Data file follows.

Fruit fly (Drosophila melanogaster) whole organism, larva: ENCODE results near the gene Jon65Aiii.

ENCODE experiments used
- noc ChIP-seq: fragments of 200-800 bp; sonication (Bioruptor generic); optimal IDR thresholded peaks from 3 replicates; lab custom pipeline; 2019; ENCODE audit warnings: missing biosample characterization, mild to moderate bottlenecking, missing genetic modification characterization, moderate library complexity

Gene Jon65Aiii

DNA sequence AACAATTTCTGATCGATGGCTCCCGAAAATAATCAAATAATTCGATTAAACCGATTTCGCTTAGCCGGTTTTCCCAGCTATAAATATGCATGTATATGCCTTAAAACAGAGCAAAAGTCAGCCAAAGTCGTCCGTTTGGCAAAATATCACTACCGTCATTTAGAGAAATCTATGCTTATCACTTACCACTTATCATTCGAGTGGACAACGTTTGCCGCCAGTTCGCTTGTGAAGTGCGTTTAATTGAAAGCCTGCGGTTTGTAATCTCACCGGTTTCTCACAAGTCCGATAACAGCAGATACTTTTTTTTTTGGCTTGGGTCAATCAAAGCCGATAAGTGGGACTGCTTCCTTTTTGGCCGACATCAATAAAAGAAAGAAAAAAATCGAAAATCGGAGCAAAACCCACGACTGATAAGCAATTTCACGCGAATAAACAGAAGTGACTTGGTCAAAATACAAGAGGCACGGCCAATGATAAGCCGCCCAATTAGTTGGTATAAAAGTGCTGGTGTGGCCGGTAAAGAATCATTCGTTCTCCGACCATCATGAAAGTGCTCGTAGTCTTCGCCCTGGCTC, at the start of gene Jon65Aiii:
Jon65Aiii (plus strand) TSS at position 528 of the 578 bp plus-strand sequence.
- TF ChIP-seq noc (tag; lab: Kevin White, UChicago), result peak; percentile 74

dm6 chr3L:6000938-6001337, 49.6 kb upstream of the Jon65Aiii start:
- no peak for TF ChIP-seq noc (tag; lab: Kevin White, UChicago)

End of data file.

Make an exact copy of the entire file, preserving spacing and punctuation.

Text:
Fruit fly (Drosophila melanogaster) whole organism, larva: ENCODE results near the gene Jon65Aiii.

ENCODE experiments used
- noc ChIP-seq: fragments of 200-800 bp; sonication (Bioruptor generic); optimal IDR thresholded peaks from 3 replicates; lab custom pipeline; 2019; ENCODE audit warnings: missing biosample characterization, mild to moderate bottlenecking, missing genetic modification characterization, moderate library complexity

Gene Jon65Aiii

DNA sequence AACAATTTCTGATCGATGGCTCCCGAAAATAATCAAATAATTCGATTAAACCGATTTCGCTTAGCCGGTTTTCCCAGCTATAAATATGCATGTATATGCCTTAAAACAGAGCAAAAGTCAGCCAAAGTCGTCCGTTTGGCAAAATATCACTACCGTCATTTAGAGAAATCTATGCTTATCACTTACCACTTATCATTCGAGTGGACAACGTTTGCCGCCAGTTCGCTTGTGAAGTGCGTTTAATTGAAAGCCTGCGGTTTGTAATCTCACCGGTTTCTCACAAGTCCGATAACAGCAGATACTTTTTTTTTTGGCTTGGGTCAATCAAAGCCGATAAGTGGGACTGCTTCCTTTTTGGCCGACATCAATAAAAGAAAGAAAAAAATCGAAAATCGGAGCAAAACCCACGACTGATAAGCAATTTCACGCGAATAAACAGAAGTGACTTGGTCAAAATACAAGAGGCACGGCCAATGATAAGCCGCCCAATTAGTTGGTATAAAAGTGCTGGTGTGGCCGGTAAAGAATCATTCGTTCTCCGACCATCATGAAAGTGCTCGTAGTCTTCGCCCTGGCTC, at the start of gene Jon65Aiii:
Jon65Aiii (plus strand) TSS at position 528 of the 578 bp plus-strand sequence.
- TF ChIP-seq noc (tag; lab: Kevin White, UChicago), result peak; percentile 74

dm6 chr3L:6000938-6001337, 49.6 kb upstream of the Jon65Aiii start:
- no peak for TF ChIP-seq noc (tag; lab: Kevin White, UChicago)